People packed this club so much that it took a while to get to the bathroom even though it was just a few steps away. There was no air conditioning and no windows. And if there was ever a fire, forget it, the body count would be enormous.

On my next visit to Guanajuato, I would land the job of working the door there. I didn’t care for the music, but they paid me in all the Sol I could drink, so that was well worth it. In 2009, I was part of the crowd who came over after the Rasta bar closed. In 2010, I stood at the door, anticipating their arrival. First, it was the wave of patrons, and then a few minutes later, the employees followed including Diego.

When Diego came walking down the street, his white terrier named Pulga always preceded by him. Pulga walked as if he was Diego’s personal security guard and tended to overcompensate for his stature with aggressiveness. Whenever you saw Pulga, you knew Diego was not far behind. Neither was Diego’s girlfriend whose name I don’t recall. She, like Pulga, was fair as could be. A beautiful blonde woman from Denmark or Switzerland or wherever beautiful white women come from. I have yet to ever see someone wear bangs more perfectly than her.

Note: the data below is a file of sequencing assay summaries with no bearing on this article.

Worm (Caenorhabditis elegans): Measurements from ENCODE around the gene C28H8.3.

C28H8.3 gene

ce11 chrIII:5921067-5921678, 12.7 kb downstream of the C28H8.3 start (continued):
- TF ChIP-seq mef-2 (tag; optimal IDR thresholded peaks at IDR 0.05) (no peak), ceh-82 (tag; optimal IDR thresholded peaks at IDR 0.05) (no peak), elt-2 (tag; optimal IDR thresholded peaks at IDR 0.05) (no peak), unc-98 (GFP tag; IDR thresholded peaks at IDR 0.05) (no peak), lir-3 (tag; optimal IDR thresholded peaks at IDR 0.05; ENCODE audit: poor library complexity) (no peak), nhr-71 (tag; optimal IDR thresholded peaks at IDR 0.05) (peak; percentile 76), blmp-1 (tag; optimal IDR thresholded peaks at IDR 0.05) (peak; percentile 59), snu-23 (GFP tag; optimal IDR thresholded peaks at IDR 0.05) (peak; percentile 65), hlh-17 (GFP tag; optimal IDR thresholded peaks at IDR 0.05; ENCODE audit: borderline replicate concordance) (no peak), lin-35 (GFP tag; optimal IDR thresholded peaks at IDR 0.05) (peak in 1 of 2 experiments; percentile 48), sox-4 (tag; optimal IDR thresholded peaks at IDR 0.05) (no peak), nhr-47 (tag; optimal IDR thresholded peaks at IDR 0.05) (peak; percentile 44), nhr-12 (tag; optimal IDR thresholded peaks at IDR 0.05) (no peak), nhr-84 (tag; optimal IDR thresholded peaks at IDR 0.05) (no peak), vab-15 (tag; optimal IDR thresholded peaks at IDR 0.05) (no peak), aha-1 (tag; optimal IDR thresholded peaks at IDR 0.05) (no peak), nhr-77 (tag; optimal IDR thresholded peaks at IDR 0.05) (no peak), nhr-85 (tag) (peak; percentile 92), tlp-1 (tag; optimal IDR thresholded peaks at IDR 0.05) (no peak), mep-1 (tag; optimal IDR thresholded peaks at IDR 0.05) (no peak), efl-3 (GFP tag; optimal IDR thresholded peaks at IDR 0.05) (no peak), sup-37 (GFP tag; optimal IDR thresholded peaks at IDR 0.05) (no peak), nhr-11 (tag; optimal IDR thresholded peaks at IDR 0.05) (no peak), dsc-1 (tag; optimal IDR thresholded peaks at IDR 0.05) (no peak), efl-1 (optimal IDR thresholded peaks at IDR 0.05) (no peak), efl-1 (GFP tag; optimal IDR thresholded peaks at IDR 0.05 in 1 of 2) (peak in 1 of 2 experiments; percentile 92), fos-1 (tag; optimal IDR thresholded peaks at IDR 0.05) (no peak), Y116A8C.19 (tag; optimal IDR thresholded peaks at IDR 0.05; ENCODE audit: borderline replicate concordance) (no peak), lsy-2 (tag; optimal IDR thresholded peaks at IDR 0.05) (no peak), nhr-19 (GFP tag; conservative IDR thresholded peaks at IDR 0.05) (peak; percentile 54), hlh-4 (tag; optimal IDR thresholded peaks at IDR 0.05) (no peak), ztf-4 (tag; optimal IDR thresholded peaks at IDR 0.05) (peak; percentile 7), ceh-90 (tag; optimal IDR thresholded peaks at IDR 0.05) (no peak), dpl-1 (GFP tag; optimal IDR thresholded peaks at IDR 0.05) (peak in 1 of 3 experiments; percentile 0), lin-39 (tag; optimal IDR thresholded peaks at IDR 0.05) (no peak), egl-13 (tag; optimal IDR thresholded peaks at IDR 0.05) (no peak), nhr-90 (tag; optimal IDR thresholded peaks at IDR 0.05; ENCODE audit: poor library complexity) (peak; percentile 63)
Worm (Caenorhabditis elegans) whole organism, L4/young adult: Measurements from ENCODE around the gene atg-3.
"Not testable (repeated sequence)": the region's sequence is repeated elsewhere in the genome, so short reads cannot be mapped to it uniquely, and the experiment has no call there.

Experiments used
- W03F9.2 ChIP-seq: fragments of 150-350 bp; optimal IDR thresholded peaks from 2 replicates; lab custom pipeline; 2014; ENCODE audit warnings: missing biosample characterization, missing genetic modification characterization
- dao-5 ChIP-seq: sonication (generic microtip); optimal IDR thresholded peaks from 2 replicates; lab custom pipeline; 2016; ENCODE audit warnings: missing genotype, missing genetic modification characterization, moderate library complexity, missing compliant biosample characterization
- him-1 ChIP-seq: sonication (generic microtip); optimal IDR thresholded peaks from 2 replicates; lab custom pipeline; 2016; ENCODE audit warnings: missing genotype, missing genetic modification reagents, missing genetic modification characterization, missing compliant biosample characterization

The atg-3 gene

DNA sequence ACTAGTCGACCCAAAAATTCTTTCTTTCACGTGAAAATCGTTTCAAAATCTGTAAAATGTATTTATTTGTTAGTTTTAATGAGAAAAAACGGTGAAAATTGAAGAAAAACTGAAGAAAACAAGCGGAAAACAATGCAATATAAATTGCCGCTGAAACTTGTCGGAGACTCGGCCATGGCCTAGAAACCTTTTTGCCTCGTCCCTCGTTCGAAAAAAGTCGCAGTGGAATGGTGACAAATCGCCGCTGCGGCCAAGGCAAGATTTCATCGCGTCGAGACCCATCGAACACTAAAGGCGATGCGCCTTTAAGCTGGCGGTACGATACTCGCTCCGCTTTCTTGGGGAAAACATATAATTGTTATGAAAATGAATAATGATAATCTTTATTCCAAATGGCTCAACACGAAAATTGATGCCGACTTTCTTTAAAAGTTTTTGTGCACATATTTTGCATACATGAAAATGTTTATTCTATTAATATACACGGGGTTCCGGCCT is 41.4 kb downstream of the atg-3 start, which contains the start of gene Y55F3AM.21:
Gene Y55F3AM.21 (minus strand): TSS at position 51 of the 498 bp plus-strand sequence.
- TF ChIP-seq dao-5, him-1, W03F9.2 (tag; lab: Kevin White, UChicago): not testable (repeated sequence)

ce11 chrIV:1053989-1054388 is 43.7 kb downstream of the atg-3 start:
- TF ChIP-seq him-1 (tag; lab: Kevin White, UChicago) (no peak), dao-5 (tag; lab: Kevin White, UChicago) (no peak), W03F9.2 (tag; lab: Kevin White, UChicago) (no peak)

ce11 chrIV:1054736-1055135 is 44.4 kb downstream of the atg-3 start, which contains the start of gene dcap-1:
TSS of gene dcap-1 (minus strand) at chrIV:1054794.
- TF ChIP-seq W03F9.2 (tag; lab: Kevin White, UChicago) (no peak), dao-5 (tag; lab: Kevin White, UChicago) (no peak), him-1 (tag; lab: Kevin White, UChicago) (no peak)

When Diego walked through my door, we exchanged a slap of the hands accompanied with a fist bump — the standard gesture for locals except Diego was too cool for standard. Instead of knuckles, Diego met your fist with the side of his open palm. When his girl walked through, she got a kiss on the cheek. And when Pulga walked in, well, he just walked in. He couldn’t be bothered with salutations.